“Breaking Wave 2,” by Amanda Valdez, is embroidery, hand dyed fabric, fabric, handwoven textile, and canvas. Submitted photo

AUGUSTA – In her debut Maine exhibition “Breaking Wave,” New York City-based artist Amanda Valdez exhibits a series of new works created especially for the geometric, multi-level space of the Charles Danforth Gallery at the University of Maine at Augusta, at 46 university Drive . The artist will participate in programming during the exhibition, inviting students engaged with questions of painting, textiles, art history, and feminism. Live and Zoom events during her exhibition, including an opening reception and gallery talk, a Zoom Q&A with the artist, and a moderated discussion with noted textile scholar Dr. Noga Bernstein.

“Breaking Wave” features four new large-scale works constructed of hand-woven textiles on a floor loom, quilted fabrics, embroidery, and paint that are based on the precise geometric notations of weaving diagrams and quilting patterns that play on the square format of the gallery itself. Starting with the regular squares of graph paper, Valdez creates patterns for her works that shift between woven passages, quilted sections, embroidery, and organic sometimes-painted shapes. The exhibition’s title references the ways her works create and then break down linear structures with organic forms, but also the ways curvilinear shapes can spring from the strictures of the grid. Hybridizing weaving, quilting, and drawing to create textile “paintings,” Valdez’s new works intertwine the linear structure of the grid, which mirrors and symbolizes (in weaving diagrams) the warp and weft of the loom or the squares of a quilt and the architecture of the Danforth Gallery, and the organic gestures of nature and of painting.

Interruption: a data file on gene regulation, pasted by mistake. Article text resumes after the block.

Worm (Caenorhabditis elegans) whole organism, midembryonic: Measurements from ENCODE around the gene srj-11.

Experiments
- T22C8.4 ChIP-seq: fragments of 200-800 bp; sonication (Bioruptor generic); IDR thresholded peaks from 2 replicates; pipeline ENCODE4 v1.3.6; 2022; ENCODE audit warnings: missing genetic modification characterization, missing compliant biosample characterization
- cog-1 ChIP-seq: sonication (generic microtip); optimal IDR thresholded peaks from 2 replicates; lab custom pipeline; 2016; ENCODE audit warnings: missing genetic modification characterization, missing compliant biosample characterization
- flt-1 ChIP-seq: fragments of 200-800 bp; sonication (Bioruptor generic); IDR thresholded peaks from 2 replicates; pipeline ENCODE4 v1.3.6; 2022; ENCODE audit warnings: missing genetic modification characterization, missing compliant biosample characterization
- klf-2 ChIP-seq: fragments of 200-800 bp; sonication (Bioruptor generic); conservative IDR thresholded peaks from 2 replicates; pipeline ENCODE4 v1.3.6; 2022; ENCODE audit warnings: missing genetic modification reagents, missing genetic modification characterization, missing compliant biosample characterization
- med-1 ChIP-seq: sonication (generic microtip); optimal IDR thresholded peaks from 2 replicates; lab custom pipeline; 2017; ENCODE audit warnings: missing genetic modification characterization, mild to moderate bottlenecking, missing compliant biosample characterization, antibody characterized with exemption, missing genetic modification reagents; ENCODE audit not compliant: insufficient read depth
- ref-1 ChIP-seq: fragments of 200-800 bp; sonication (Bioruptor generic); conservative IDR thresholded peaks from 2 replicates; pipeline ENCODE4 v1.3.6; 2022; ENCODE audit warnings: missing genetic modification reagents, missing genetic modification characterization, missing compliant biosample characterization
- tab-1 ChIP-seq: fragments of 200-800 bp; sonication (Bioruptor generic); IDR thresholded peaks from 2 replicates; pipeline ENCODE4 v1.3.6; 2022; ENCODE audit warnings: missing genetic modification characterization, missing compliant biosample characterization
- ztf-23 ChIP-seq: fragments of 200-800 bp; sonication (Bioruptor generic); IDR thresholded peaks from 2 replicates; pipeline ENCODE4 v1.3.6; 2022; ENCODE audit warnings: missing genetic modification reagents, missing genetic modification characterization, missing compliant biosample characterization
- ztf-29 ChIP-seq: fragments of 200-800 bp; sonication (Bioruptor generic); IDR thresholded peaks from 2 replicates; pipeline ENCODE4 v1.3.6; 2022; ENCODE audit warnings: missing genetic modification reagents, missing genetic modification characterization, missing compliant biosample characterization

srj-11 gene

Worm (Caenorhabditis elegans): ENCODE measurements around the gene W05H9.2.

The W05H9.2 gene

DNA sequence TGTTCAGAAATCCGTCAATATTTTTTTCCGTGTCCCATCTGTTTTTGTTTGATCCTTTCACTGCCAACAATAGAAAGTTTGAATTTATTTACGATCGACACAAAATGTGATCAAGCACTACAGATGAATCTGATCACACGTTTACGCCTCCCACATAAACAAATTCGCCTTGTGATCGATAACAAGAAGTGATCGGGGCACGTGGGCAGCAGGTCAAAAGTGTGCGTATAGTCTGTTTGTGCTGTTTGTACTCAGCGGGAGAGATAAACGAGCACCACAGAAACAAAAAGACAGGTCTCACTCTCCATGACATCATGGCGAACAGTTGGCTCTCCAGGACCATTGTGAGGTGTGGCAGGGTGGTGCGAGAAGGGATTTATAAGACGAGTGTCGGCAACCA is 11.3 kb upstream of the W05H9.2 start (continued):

Steeped in the histories of art and textile design, Valdez’s works reference the Modernist devotion to grids, whose strict mathematical geometry were important to the Minimal and Conceptual art movements of the 1960s and 70s. Valdez’s work also references the cultural resilience and resonance of women’s craft traditions, the perceived individuality of brush strokes in the Abstract Expressionist paintings of the mid-twentieth century, and the American Pattern & Decoration Movement that began in the early 1970s.

Gallery hours are 9 a… to 4 p.m. Monday through Friday. The artist will offer a gallery talk at her opening reception at noon Thursday, Sept. 1, as well as a Zoom Q&A at noon Wednesday, Sept. 7, and a dialogue with Dr. Noga Bernstein at 6 p.m. Wednesday, Sept. 21.

For more information, visit danforth.uma.edu.

 

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